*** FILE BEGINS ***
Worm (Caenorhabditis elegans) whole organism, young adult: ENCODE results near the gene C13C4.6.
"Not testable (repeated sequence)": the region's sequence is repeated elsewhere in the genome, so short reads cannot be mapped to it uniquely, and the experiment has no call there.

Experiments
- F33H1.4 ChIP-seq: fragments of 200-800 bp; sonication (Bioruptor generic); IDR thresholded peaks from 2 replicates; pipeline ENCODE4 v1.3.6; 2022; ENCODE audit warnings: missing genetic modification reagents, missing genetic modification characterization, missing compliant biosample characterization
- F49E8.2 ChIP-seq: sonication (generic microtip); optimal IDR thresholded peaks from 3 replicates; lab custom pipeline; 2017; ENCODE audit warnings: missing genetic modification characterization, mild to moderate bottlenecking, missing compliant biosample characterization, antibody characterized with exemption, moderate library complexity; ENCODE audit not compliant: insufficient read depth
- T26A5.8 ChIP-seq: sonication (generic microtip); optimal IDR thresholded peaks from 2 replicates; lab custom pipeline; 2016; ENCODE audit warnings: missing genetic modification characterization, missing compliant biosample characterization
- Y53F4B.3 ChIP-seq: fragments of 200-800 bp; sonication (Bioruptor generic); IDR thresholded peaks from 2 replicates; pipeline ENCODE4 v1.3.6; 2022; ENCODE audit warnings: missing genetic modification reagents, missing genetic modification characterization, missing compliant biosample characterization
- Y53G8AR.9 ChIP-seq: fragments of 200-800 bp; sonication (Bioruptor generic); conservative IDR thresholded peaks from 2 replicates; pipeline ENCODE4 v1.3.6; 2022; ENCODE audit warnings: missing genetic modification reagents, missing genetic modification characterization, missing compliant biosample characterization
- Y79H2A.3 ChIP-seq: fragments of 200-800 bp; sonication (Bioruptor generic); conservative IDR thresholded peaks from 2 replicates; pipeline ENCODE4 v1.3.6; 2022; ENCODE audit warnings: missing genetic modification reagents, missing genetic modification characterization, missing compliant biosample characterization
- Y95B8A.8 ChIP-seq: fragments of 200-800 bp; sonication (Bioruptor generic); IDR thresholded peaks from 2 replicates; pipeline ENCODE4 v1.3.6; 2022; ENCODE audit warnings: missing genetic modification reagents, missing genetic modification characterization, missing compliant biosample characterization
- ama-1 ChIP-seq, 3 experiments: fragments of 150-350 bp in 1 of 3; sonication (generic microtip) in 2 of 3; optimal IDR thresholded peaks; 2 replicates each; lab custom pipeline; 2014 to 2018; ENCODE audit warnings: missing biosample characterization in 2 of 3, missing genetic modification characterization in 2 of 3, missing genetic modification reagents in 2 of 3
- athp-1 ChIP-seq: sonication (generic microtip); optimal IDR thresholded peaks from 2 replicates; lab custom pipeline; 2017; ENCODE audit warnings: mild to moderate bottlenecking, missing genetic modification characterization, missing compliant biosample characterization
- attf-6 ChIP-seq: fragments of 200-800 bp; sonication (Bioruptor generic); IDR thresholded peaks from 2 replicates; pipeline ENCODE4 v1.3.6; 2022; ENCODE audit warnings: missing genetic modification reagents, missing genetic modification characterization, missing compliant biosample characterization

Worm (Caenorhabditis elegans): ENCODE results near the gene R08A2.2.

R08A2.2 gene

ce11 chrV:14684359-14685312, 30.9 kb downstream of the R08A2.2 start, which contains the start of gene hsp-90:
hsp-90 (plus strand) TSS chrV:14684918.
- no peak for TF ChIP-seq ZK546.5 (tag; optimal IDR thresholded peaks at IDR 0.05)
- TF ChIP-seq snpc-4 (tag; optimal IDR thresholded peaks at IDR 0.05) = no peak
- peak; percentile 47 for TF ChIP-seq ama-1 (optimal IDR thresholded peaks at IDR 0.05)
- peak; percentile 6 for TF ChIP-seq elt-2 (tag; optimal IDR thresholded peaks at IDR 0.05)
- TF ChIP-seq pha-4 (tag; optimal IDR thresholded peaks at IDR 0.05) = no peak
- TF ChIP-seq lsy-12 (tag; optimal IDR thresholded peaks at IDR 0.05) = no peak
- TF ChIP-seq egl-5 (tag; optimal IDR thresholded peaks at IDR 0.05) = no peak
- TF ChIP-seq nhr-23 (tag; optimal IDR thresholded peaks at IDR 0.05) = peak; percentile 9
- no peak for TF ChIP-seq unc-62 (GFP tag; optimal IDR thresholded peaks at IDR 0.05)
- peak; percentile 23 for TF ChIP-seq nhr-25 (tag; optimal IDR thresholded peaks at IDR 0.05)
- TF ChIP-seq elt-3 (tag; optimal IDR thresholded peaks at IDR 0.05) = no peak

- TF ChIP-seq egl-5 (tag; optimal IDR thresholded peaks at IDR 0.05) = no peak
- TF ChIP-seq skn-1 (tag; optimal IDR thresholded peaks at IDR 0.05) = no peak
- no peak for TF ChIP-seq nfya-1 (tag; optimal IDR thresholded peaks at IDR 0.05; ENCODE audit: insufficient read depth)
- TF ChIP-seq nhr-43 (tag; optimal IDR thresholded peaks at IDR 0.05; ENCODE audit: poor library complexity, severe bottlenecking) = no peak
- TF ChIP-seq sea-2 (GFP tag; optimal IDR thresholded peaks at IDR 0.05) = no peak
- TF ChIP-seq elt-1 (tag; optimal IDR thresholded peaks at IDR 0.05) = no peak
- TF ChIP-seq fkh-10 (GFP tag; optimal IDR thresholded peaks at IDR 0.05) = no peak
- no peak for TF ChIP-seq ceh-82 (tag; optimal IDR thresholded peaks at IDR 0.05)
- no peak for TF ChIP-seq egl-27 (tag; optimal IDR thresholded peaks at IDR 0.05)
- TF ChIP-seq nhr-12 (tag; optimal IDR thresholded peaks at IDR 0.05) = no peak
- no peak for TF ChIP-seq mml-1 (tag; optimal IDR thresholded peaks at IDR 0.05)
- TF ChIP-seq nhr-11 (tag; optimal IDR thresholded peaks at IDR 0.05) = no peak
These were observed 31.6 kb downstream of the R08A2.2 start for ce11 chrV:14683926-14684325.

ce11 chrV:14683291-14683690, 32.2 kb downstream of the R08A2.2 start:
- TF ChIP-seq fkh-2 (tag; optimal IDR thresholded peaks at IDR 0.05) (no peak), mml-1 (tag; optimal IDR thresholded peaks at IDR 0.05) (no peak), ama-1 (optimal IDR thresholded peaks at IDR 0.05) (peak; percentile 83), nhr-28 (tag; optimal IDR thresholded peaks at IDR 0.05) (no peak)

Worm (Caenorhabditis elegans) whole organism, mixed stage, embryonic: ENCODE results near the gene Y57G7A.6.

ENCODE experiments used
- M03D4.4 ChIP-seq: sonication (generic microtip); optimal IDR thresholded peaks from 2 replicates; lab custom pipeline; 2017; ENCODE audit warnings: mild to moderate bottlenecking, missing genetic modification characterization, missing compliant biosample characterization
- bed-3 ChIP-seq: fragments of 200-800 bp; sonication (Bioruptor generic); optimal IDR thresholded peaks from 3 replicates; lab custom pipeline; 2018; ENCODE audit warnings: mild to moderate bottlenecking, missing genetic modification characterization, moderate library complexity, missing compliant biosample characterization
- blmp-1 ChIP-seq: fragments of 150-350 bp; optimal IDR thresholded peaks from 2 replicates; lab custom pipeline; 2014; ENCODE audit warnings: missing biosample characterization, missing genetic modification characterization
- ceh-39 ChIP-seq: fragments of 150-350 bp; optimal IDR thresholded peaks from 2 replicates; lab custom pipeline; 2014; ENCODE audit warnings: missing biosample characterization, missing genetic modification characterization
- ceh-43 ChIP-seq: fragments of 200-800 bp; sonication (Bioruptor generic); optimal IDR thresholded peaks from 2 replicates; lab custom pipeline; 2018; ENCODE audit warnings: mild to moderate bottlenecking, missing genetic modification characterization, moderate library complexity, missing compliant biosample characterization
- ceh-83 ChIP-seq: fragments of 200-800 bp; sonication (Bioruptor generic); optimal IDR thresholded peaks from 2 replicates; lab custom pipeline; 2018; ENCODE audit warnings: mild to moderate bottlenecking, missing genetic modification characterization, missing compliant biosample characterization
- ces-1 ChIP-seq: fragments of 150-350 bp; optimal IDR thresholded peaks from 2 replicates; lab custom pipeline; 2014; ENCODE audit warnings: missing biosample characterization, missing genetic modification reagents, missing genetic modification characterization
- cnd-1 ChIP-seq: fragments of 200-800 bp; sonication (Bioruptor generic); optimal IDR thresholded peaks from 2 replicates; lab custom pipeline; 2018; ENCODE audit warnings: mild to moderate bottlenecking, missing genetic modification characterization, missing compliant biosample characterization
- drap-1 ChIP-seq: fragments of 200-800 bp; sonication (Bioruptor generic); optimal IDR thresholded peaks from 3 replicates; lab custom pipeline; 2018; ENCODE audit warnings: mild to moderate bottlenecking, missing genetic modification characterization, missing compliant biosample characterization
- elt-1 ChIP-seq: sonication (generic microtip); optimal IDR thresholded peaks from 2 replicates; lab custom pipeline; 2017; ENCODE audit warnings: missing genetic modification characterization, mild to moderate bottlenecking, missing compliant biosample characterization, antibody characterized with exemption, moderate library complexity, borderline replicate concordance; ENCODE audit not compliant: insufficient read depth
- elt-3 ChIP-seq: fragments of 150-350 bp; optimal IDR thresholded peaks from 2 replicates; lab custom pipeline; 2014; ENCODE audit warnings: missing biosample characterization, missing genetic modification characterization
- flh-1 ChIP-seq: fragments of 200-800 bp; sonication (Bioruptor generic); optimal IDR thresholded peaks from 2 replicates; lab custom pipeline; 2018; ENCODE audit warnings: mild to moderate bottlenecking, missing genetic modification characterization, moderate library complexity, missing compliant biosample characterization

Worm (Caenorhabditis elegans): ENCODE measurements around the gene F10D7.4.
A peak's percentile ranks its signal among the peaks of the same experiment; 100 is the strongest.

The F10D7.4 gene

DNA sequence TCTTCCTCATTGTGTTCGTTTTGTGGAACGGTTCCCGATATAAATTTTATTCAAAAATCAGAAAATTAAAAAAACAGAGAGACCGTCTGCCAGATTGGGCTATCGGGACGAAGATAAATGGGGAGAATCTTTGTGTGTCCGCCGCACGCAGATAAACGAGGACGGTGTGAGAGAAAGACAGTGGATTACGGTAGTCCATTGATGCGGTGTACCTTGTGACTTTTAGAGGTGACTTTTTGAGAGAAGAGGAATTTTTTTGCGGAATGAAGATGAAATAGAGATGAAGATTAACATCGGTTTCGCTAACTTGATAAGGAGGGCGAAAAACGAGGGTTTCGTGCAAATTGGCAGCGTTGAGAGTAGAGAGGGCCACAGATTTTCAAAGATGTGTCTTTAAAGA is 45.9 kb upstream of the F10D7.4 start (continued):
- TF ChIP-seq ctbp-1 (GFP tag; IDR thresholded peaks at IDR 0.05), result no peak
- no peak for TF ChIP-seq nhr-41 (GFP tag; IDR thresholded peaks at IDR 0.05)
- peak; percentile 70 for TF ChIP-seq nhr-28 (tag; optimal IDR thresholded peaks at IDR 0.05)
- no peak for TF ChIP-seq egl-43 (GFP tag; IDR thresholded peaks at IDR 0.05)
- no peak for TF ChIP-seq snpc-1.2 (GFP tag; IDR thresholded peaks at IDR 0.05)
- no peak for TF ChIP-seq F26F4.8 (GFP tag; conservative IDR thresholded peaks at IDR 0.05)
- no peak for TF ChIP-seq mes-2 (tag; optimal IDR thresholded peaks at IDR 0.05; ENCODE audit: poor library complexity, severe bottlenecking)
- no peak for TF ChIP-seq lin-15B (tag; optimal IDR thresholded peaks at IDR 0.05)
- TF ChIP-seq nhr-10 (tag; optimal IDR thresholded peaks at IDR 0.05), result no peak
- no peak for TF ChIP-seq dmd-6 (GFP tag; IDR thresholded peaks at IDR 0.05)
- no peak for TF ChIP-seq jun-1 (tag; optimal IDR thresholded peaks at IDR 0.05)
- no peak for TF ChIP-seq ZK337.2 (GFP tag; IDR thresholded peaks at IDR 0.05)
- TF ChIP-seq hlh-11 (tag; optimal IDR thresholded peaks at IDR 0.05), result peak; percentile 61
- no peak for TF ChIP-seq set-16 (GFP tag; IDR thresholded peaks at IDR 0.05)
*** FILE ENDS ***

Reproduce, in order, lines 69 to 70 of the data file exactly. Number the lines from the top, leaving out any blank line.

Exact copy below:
- no peak for TF ChIP-seq lin-15B (tag; optimal IDR thresholded peaks at IDR 0.05)
- TF ChIP-seq nhr-10 (tag; optimal IDR thresholded peaks at IDR 0.05), result no peak